These can also be used to cover nearby plants to prevent clippings from getting imbedded where they would need to be removed.

 

A few large plastic "garbage cans" will also come in handy.


Edited by Bruce Dorsi, July 31, 2015 - 08:46 AM.

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#5 JD DANNELS OFFLINE  

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Posted July 31, 2015 - 09:01 AM

To me, after sales support is key. If your local Ferris dealer isn't known for good support it might be a good idea to shop around. Not saying they make a bad machine, the factory is only about 15 miles from where I live and I know some people that build them.

As has been posted already, a dealer who will support you, carry a good supply of parts and not let your mowers sit in his shop for days is far more important than the brand of machine you use. As was said, if equipment is down your customer will show you the road.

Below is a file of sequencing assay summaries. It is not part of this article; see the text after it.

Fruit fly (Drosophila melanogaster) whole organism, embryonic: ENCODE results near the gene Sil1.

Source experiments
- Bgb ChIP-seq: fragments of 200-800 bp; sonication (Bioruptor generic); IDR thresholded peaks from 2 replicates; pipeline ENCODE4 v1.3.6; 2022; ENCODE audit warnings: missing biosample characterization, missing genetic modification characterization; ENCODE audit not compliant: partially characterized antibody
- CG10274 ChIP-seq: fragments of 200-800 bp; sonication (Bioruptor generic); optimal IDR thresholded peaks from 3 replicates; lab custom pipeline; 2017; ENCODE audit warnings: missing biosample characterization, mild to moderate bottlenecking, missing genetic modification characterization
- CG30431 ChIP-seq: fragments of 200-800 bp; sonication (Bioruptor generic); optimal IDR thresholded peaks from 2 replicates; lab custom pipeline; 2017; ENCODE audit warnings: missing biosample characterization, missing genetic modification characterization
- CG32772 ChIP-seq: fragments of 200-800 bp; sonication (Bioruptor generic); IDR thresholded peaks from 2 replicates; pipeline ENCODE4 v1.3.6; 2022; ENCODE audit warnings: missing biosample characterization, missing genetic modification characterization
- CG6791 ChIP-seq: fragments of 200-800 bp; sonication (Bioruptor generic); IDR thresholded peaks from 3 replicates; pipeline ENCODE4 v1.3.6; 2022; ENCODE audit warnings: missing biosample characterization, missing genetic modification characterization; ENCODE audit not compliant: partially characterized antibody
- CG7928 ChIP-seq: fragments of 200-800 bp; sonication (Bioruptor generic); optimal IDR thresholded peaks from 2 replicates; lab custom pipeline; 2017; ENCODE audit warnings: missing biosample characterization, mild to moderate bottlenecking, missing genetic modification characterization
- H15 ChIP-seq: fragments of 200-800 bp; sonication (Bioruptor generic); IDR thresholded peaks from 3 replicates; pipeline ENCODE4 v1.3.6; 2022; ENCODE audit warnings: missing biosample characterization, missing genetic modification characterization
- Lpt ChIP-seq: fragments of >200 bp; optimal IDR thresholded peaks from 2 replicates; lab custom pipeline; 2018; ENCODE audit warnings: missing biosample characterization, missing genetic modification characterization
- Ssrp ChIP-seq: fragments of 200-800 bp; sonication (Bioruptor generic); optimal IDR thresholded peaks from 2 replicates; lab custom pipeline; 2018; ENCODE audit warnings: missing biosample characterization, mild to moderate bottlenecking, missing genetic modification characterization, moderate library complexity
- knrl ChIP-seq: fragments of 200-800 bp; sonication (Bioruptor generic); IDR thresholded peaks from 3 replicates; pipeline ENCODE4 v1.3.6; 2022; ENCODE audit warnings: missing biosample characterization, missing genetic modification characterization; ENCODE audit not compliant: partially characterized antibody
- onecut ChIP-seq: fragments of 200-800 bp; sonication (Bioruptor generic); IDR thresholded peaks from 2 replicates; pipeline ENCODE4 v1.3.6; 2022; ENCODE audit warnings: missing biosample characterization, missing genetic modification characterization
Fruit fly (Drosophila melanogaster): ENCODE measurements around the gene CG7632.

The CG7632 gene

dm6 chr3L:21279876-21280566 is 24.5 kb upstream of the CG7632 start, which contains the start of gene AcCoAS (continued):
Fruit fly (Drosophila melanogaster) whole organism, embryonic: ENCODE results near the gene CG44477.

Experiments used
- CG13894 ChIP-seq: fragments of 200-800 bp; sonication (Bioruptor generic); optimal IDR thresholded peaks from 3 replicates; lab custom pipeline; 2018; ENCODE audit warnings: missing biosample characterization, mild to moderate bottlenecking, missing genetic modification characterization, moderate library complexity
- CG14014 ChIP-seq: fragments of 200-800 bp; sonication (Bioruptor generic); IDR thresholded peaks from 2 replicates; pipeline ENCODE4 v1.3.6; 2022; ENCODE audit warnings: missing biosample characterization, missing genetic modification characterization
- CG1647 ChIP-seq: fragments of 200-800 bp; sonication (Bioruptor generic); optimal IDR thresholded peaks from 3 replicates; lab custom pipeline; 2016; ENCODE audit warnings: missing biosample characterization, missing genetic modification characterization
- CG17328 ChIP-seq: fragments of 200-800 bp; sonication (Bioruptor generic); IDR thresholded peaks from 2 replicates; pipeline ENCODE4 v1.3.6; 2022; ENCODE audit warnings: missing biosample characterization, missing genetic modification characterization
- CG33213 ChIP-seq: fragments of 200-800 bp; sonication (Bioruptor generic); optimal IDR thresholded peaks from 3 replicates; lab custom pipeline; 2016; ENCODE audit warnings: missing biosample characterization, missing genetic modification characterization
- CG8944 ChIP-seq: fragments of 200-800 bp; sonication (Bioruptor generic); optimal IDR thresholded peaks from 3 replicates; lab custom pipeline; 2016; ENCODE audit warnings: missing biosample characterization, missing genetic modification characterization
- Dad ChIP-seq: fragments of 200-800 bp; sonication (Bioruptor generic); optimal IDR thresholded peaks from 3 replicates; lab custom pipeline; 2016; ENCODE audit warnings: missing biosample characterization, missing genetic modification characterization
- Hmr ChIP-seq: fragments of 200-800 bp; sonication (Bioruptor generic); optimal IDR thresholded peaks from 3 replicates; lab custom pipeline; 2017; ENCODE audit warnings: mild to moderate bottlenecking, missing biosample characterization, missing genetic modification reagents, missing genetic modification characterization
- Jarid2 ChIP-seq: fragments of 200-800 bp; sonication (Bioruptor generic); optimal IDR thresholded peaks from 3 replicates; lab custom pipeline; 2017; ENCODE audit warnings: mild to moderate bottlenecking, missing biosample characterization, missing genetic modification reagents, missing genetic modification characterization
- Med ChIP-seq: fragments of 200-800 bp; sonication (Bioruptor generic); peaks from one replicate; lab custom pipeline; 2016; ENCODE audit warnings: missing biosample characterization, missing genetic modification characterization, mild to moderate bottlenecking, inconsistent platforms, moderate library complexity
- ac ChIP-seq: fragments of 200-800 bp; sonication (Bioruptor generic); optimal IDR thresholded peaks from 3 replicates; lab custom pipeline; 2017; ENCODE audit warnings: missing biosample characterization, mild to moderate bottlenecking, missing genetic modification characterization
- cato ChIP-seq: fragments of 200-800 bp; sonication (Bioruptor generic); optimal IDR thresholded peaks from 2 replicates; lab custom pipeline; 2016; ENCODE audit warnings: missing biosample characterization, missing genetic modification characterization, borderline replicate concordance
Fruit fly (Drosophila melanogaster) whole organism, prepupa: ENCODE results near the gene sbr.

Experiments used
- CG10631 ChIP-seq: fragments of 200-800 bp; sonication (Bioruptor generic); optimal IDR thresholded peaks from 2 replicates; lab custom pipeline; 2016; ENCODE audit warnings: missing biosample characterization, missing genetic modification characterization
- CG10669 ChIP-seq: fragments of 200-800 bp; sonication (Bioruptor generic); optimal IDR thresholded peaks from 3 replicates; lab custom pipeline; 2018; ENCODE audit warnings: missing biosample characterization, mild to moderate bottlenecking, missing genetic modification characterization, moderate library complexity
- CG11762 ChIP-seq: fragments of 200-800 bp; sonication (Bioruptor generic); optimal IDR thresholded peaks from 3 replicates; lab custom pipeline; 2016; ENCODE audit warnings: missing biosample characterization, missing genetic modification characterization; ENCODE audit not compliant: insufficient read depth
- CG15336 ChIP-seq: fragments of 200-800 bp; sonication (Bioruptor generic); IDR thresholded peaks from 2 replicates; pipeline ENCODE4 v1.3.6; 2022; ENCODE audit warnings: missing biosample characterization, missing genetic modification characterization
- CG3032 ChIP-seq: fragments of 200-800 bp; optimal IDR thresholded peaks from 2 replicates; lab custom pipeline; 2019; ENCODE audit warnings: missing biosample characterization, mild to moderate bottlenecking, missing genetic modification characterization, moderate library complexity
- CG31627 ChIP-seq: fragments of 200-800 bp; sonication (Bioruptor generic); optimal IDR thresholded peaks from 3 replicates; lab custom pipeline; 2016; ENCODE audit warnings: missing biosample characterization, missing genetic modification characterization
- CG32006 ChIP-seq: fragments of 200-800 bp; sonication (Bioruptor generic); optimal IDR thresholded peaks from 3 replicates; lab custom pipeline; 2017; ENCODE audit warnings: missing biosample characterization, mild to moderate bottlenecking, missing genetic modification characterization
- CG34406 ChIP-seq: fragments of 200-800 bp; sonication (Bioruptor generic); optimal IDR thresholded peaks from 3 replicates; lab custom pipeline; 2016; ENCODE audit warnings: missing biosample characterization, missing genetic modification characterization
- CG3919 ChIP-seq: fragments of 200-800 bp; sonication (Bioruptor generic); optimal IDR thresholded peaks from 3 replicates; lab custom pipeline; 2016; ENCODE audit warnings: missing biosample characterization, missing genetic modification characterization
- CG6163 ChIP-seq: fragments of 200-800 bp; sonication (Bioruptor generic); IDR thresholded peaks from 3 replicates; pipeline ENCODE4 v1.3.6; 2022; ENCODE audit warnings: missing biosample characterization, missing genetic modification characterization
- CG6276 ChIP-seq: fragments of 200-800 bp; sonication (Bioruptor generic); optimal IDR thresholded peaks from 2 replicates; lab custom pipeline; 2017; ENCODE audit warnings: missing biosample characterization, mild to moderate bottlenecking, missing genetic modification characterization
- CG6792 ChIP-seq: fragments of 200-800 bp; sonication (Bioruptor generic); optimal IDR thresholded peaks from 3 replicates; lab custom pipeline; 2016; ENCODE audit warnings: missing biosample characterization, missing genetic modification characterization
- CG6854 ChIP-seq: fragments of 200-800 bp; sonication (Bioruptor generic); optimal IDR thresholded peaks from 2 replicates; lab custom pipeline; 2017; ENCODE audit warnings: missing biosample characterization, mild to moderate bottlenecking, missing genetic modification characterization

In my area, most of the machines used are Grasshopper, ExMark, and Toro.
I worked in DES Moines for 28 yrs, and by far the most commercial operators were using Skaggs.
I say this based on my experience mowing up to 17 lawns a week 30 yrs ago.

Make sure your in it for the long haul. I would start out in the spring with about 12 lawns, what I could do while working a full time job. By fall I would have 17-20 lawns.
The high school kids would take jobs but by August, would quit to play football or some other thing and people would be coming to me.
I have considered doing this now that I am retired, but I can not drive across town without seeing 3 rigs on the job. So I think the market is saturated, the work is hard enough I am not interested in getting into price war and not making any money.

Edited by JD DANNELS, July 31, 2015 - 09:11 AM.

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#6 boyscout862 ONLINE  

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Posted July 31, 2015 - 10:18 AM